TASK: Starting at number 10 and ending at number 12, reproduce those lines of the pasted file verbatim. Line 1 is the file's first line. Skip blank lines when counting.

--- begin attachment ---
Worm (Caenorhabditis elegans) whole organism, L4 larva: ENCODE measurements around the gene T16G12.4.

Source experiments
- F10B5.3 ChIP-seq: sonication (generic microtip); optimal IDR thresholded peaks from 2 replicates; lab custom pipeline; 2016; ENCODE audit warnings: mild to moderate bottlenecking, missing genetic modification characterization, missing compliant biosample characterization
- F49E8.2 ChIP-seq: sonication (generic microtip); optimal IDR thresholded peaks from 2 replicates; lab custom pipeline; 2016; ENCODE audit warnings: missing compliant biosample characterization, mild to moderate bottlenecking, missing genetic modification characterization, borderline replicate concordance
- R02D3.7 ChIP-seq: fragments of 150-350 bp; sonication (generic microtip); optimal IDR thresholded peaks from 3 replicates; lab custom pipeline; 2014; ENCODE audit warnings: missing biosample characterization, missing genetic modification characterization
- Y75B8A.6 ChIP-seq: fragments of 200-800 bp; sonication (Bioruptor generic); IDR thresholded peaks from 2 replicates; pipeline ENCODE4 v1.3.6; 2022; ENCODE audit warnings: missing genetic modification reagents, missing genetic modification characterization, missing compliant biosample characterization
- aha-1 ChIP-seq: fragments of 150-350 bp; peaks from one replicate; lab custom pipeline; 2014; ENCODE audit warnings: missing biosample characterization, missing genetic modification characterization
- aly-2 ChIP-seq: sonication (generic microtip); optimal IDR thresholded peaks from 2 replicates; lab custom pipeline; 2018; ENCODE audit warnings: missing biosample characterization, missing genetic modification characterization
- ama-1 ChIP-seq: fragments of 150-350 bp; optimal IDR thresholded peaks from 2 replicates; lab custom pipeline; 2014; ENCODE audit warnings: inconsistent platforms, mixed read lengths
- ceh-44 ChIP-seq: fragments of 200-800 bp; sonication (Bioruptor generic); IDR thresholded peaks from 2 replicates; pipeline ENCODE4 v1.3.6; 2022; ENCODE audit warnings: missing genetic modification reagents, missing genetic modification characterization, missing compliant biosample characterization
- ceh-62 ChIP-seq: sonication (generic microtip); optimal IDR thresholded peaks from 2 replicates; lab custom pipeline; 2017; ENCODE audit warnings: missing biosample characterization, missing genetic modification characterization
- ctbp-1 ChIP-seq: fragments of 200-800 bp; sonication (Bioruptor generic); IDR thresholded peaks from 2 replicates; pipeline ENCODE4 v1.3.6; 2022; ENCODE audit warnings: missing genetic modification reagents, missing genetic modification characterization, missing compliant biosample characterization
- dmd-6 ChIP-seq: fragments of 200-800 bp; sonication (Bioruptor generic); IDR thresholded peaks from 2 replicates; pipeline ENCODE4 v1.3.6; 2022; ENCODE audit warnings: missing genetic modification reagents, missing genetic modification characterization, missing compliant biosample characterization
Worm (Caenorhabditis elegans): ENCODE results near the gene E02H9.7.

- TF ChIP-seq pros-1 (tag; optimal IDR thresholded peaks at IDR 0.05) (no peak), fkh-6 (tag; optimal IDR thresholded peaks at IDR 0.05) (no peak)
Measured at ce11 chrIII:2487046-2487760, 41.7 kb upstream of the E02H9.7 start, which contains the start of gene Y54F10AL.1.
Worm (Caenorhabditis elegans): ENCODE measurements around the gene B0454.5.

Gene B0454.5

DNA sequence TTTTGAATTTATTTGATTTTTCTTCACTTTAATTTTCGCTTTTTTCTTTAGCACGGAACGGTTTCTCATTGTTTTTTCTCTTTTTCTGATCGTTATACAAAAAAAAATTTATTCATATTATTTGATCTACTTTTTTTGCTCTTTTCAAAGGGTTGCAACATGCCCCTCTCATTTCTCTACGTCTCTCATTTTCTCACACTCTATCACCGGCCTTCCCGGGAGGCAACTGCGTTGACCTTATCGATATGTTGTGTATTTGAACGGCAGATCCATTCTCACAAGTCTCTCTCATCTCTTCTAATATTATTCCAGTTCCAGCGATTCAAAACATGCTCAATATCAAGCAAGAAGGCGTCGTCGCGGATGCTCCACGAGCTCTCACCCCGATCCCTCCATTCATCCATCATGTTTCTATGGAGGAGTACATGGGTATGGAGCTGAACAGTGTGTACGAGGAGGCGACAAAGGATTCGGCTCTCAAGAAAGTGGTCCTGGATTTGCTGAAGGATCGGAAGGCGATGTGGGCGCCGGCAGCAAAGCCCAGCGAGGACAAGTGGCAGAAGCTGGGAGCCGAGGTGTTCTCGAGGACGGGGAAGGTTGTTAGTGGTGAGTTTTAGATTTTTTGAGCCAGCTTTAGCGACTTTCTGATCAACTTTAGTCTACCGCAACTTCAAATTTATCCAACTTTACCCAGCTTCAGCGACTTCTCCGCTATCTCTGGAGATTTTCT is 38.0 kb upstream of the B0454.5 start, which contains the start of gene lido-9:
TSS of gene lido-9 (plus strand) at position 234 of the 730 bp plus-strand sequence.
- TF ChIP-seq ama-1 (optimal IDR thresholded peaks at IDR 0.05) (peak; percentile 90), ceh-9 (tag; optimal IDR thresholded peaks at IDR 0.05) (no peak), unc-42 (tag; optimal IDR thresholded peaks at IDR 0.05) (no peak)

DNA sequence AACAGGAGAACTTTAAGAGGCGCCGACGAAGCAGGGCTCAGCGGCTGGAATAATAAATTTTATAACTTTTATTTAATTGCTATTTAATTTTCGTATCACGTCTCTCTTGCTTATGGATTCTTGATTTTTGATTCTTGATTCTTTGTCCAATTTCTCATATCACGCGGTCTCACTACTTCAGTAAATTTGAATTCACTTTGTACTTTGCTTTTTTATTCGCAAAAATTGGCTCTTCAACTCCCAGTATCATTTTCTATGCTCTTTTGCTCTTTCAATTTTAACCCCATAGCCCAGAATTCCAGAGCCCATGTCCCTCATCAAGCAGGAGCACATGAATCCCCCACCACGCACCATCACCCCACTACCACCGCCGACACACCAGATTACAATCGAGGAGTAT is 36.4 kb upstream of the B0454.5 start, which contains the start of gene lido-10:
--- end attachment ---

- ceh-44 ChIP-seq: fragments of 200-800 bp; sonication (Bioruptor generic); IDR thresholded peaks from 2 replicates; pipeline ENCODE4 v1.3.6; 2022; ENCODE audit warnings: missing genetic modification reagents, missing genetic modification characterization, missing compliant biosample characterization
- ceh-62 ChIP-seq: sonication (generic microtip); optimal IDR thresholded peaks from 2 replicates; lab custom pipeline; 2017; ENCODE audit warnings: missing biosample characterization, missing genetic modification characterization
- ctbp-1 ChIP-seq: fragments of 200-800 bp; sonication (Bioruptor generic); IDR thresholded peaks from 2 replicates; pipeline ENCODE4 v1.3.6; 2022; ENCODE audit warnings: missing genetic modification reagents, missing genetic modification characterization, missing compliant biosample characterization